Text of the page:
In his budget proposal last week, President Donald Trump revealed that he hopes to successfully eliminate all funding for the Corporation for Public Broadcasting, which provides funding to PBS and NPR. 

Such a decision would “devastate and ultimately destroy public media’s role in early childhood education,” Patricia Harrison, the president and CEO of CPB, said. 

But Trump isn’t the first politician to take aim at public media in order to appear serious about cutting down the federal budget. During a 2012 presidential debate, Mitt Romney famously said that while he liked Big Bird, he would kill the PBS subsidy if he were president. 

Still, there’s something slightly different about Trump’s relationship to Big Bird and co. On multiple occasions, over multiple decades, “Sesame Street,” the show more closely associated with PBS than perhaps any other, took shots at the self-admitted and well-documented grudge-holder, calling the now-president “Ronald Grump” and building entire storylines around his greed and callousness. 

The first time Ronald Grump appeared in a 1988 episode, he didn’t look much like Trump at all. But he did convince Oscar the Grouch into letting him create Grump Tower on his lot, and tricked him into signing a contract that required 40 bags of trash ― which Oscar loves ― should he ever want Grump to leave.

The second time Ronald Grump appeared on “Sesame Street,” he had a much greater resemblance to Trump. Played by Joe Pesci for the show’s 25th anniversary episode in 1994, Grump tried to convince all of Sesame Street that the changes he hoped to make to their neighborhood would be for the better. From the top of the Grump Sky Cafe, you could even see his theme park, Grump World.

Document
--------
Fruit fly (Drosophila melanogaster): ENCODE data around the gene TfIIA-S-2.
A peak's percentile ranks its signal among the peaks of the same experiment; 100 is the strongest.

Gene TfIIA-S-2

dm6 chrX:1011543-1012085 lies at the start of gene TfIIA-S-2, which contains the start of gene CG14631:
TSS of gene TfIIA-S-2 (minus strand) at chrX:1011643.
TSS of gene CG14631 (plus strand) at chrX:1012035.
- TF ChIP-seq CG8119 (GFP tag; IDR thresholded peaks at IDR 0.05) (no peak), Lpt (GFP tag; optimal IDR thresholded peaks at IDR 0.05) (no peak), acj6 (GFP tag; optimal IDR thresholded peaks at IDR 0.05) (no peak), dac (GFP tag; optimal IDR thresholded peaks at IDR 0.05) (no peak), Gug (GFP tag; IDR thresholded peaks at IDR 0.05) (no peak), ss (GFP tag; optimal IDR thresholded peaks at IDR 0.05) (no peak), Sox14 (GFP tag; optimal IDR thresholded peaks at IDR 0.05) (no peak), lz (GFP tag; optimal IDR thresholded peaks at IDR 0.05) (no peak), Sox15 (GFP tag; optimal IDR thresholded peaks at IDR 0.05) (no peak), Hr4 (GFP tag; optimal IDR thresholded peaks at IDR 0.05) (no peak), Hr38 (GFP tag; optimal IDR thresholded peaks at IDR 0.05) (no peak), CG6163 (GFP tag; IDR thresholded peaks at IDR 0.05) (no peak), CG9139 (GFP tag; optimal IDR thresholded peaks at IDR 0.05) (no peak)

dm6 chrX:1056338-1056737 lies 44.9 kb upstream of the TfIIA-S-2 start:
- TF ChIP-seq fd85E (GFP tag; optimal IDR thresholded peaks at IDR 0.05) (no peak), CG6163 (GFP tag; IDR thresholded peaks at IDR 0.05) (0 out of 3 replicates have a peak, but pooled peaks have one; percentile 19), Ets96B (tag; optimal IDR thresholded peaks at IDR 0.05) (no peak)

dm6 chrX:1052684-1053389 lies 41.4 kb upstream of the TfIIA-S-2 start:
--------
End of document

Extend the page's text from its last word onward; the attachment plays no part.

“Hey look, I love you people,” Grump said. “You deserve some of the finer things. Trust me, you won’t miss all this.” When people protested that they liked Sesame Street just the way it is, however, he erupted. 

OK, OK, that’s it!” he yelled. “I tried to be nice to you people! But you don’t want to listen? That’s it. You got two weeks. Pack up and leave.” 


The third time Ronald Grump showed up on the show was in a 2005 episode titled “Grouch Apprentice.” The puppets marveled at the toupee-wearing Grump, who had the “most trash of any grouch in the world.” But when he started mistreating the puppets around him while trying to find a helper ― and yelling “You’re fired” when he got mad ― the puppets eventually decided to fire him. 


There is some good news for “Sesame Street” fans, though: Even if Trump secretly wants the show gone, he’s not going to be able to make it happen. Thanks to a deal “Sesame Street” made with HBO in 2015, it’s not going anywhere soon, Ronald Grump be damned.